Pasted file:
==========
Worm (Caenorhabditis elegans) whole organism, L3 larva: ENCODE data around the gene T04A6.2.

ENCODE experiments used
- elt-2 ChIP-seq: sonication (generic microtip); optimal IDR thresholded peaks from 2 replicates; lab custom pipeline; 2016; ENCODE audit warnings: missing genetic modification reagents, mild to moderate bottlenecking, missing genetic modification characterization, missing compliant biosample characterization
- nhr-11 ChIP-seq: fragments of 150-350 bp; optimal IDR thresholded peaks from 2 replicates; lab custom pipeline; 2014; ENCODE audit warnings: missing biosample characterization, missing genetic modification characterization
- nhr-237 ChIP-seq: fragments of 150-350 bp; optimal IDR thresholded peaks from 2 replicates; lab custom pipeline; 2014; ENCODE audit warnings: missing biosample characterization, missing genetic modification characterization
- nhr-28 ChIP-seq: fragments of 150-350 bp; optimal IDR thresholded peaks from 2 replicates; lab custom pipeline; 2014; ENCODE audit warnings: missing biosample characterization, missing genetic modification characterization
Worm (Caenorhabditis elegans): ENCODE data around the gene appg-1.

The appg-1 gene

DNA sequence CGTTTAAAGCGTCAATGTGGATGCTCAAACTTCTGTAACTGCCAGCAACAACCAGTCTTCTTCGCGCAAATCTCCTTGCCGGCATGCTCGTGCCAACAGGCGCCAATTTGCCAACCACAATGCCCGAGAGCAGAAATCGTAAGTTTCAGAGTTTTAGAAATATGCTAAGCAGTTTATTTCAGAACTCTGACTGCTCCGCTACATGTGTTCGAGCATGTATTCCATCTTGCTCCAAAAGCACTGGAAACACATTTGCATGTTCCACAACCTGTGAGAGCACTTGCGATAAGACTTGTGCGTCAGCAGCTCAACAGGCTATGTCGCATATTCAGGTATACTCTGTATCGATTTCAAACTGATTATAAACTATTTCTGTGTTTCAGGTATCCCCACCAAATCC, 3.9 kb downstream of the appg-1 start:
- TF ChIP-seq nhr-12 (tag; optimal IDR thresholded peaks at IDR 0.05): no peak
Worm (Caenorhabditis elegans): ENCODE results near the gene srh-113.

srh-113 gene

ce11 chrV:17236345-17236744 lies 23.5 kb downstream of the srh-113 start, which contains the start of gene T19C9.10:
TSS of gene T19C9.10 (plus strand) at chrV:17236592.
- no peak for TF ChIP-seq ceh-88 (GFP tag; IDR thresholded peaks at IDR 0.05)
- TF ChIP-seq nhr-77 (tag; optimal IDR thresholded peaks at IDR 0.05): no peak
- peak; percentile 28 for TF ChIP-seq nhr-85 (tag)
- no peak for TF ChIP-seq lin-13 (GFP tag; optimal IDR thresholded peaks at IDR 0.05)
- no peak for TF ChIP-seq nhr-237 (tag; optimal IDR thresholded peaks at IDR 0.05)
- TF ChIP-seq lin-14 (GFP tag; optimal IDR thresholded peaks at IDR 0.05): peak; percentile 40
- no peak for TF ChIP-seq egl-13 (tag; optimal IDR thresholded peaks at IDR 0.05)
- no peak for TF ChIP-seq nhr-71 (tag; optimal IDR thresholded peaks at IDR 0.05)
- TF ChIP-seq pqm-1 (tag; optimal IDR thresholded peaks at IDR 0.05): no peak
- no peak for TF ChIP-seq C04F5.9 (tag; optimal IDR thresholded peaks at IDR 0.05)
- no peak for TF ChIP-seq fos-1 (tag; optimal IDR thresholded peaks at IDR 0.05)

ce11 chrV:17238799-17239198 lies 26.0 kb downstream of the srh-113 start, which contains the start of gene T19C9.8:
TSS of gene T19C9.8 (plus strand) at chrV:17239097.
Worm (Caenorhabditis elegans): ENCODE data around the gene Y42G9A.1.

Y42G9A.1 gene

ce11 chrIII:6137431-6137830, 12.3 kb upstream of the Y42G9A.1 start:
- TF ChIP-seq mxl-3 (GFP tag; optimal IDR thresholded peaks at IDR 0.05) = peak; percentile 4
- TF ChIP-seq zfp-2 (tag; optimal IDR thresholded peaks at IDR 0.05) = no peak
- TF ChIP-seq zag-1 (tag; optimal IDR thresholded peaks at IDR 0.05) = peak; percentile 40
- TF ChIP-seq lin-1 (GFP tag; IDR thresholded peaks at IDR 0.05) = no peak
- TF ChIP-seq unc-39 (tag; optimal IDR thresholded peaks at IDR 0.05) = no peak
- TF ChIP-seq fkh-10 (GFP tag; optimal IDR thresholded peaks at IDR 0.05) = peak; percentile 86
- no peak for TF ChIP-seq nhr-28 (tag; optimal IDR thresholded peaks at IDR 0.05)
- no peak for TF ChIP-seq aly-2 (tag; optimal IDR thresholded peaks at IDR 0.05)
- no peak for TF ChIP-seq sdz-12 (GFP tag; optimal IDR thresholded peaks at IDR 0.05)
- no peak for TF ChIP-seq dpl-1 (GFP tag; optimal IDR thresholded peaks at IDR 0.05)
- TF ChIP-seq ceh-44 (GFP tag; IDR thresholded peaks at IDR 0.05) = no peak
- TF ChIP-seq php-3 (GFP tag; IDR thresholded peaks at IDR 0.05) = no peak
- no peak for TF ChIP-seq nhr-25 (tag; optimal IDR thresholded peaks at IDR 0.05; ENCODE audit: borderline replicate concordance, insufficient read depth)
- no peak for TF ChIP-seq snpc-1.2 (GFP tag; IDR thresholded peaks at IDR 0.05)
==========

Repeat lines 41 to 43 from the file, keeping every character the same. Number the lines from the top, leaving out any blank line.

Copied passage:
- TF ChIP-seq ceh-44 (GFP tag; IDR thresholded peaks at IDR 0.05) = no peak
- TF ChIP-seq php-3 (GFP tag; IDR thresholded peaks at IDR 0.05) = no peak
- no peak for TF ChIP-seq nhr-25 (tag; optimal IDR thresholded peaks at IDR 0.05; ENCODE audit: borderline replicate concordance, insufficient read depth)